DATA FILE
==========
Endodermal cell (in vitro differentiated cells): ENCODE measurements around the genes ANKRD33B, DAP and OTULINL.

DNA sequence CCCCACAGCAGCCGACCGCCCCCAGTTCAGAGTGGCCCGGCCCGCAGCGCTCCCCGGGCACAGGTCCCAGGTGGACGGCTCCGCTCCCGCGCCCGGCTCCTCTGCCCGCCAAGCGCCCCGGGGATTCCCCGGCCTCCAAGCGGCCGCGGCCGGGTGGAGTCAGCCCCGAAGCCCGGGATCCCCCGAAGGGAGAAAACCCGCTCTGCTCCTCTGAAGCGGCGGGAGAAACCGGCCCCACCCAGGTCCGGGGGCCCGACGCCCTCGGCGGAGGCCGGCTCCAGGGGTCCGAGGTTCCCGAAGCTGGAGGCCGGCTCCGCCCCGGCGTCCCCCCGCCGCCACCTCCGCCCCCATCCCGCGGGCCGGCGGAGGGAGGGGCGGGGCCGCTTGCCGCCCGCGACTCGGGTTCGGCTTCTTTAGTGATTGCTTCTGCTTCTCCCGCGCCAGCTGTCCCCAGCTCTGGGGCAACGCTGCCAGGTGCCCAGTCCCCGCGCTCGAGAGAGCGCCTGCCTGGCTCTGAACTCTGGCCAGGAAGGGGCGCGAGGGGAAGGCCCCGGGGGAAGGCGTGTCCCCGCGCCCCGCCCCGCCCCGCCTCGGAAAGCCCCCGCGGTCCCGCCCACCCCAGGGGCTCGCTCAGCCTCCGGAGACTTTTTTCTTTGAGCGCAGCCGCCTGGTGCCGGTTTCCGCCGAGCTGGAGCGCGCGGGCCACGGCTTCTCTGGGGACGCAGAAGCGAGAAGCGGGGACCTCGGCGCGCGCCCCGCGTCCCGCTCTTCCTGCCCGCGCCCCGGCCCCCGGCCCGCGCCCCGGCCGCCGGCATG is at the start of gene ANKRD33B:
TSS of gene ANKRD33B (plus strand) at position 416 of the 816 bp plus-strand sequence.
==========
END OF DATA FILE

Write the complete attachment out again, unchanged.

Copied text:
Endodermal cell (in vitro differentiated cells): ENCODE measurements around the genes ANKRD33B, DAP and OTULINL.

DNA sequence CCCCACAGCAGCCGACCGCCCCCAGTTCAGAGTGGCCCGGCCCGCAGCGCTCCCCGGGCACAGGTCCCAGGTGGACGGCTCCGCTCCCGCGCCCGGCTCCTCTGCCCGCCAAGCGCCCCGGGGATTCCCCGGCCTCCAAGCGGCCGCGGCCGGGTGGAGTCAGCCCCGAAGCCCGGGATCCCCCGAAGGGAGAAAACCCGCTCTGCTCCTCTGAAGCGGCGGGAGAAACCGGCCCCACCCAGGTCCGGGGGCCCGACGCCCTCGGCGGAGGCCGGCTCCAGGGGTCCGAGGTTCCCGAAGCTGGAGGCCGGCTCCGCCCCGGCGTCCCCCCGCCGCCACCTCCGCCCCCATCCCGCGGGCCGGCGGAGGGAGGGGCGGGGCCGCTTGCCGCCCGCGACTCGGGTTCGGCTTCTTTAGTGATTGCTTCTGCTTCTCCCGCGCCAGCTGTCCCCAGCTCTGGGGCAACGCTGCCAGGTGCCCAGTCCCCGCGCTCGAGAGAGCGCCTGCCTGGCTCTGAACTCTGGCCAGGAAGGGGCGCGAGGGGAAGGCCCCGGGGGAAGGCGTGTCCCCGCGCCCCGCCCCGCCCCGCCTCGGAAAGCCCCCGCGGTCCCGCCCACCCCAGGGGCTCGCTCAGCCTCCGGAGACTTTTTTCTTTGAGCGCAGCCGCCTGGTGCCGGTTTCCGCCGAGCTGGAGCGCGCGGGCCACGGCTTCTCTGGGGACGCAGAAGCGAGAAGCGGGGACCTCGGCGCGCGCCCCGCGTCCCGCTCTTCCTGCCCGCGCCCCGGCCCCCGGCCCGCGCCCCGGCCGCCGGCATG is at the start of gene ANKRD33B:
TSS of gene ANKRD33B (plus strand) at position 416 of the 816 bp plus-strand sequence.